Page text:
A Linguistic Game: A Brief Language Analysis of Tripmaster Monkey: His Fake Book

Xuan GUO

Abstract


The book Tripmaster Monkey: His Fake Book (TM) is published as a novel, which is Kingston’s first true novel during her writing career. There are many remarkable writing techniques in her trilogy, such as, language usage, narrative perspectives, plot narration and other diverse narrative styles. In this thesis, it aims to focus on one of the most attractive features-its language usage in TM, especially on the names of its title and protagonist which strikingly embodies the significance of readers’ participation and the uncertainty of the language in a postmodern fiction.


Keywords


A linguistic game; Name; Uncertainty; Identity; Postmodernism

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References


Hornby, A. S. (2002). Oxford advanced learner’s English-Chinese dictionary (4th ed.) (B. D. Li, Trans.). Beijing: the Commercial Press, Oxford: Oxford University Press.

Kingston, M. H. (1983). Tripmaster monkey: His fake book. New York: Vintage Books, A Division of Random House, Inc.

Leech, G. N., & Short, M. H. (2001). Style in fiction: A linguistic introduction to English fictional prose. Beijng, China: Foreign Language Teaching and Research Press.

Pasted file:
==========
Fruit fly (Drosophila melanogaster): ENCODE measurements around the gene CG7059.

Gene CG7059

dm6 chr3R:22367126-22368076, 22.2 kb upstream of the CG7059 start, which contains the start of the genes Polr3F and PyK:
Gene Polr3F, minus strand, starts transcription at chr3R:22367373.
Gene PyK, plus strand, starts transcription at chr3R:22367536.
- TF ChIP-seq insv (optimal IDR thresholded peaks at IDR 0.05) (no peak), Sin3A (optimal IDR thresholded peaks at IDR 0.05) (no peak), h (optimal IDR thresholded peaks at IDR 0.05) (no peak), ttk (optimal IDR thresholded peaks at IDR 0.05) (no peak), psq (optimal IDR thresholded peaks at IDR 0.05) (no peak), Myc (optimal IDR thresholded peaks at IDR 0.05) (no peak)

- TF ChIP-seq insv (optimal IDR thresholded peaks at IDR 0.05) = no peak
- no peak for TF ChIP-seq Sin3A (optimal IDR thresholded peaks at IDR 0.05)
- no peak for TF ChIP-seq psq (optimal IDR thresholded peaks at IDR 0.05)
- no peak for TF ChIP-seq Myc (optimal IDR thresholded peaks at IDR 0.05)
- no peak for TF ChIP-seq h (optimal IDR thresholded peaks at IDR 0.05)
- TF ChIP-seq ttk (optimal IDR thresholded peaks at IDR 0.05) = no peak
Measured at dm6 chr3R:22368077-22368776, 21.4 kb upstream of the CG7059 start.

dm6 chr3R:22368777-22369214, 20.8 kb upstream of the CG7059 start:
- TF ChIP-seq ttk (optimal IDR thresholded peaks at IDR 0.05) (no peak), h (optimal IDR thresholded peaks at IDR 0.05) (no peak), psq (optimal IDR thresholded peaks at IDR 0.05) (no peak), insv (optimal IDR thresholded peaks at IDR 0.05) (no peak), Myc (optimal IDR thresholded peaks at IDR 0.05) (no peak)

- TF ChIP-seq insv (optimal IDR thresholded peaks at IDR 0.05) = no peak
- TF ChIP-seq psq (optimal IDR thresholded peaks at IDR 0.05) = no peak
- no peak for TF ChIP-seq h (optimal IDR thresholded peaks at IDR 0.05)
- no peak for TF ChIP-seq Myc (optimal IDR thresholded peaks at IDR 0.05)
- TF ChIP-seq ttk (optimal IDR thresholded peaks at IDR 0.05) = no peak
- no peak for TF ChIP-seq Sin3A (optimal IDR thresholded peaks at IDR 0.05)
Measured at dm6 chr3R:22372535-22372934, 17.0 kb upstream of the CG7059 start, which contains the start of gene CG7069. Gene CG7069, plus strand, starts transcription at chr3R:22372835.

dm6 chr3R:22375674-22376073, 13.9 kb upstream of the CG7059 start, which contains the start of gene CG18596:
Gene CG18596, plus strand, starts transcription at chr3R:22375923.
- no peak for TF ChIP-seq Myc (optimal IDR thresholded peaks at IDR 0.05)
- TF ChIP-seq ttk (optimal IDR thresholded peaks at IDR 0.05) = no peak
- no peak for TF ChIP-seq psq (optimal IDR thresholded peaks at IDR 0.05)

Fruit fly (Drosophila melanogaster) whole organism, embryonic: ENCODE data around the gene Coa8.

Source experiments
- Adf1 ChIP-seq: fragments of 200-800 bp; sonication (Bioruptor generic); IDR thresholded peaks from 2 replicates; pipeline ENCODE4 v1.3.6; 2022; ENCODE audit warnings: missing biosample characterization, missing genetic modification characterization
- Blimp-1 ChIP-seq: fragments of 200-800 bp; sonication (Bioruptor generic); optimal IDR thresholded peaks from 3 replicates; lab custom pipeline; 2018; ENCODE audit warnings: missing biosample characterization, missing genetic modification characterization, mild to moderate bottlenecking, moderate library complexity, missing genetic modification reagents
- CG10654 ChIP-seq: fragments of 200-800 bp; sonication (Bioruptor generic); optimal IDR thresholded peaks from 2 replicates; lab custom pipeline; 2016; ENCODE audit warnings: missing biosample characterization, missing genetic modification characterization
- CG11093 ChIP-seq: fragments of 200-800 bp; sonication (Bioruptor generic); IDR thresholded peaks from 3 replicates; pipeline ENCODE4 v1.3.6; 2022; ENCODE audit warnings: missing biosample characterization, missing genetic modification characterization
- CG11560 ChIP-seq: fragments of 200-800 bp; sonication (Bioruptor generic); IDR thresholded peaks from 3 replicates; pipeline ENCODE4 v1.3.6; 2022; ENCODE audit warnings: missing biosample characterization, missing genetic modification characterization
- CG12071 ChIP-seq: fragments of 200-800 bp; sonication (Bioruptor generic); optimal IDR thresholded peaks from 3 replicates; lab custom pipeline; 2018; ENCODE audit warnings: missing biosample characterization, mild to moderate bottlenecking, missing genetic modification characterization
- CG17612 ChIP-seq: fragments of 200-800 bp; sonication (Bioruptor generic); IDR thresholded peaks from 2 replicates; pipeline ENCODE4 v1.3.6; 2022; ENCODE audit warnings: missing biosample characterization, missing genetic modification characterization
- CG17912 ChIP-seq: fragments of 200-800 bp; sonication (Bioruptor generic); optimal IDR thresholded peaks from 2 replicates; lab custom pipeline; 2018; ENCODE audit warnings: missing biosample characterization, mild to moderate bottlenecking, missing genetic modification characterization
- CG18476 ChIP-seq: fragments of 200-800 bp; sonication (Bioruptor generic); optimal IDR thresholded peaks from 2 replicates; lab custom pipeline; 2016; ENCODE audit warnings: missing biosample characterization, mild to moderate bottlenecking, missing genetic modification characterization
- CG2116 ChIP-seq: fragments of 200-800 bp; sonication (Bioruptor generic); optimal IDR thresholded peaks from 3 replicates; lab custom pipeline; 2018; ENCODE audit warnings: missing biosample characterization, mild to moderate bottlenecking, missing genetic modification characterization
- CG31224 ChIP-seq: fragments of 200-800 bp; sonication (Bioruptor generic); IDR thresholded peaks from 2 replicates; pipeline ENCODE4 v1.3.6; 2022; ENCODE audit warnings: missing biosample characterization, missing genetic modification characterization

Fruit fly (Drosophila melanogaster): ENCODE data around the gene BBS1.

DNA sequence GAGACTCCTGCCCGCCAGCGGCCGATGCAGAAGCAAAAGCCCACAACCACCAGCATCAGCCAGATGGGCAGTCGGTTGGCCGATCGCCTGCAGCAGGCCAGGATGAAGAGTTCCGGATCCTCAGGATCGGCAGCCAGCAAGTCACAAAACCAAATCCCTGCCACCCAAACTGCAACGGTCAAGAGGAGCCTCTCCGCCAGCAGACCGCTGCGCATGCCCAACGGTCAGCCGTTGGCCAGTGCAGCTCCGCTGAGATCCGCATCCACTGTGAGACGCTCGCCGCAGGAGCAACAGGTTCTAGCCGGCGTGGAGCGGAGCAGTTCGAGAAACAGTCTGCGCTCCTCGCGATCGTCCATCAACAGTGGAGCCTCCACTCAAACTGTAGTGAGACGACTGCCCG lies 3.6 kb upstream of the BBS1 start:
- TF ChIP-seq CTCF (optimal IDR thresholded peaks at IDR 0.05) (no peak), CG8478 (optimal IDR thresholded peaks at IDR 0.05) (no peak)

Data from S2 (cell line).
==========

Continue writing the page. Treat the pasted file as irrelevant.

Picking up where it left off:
Skenazy, P. (1998). Conversations with Maxine Hong Kingston (p.81). In T. Martin (Ed.). Mississippi: University Press of Mississippi.

Wang, S. Y., Guo, H., & Miao, X. W. (2004). The progress of stylistics study in China. Shanghai: Shanghai Foreign Language Education Press.

Wang, B. (2008). A quest for cultural identity: A postcolonial study of Tripmaster Monkey: His fake book. Qufu: Qufu Normal University, 37.

Whitman, W. (n.d.). Leaves of grass, song of myself. Retrieved from http://www.fullbooks.com/Leaves-of-Grass.html

Xu, Y. Z. (2005). English stylistics. Beijng: Higher Education Press.




DOI: http://dx.doi.org/10.3968/8895

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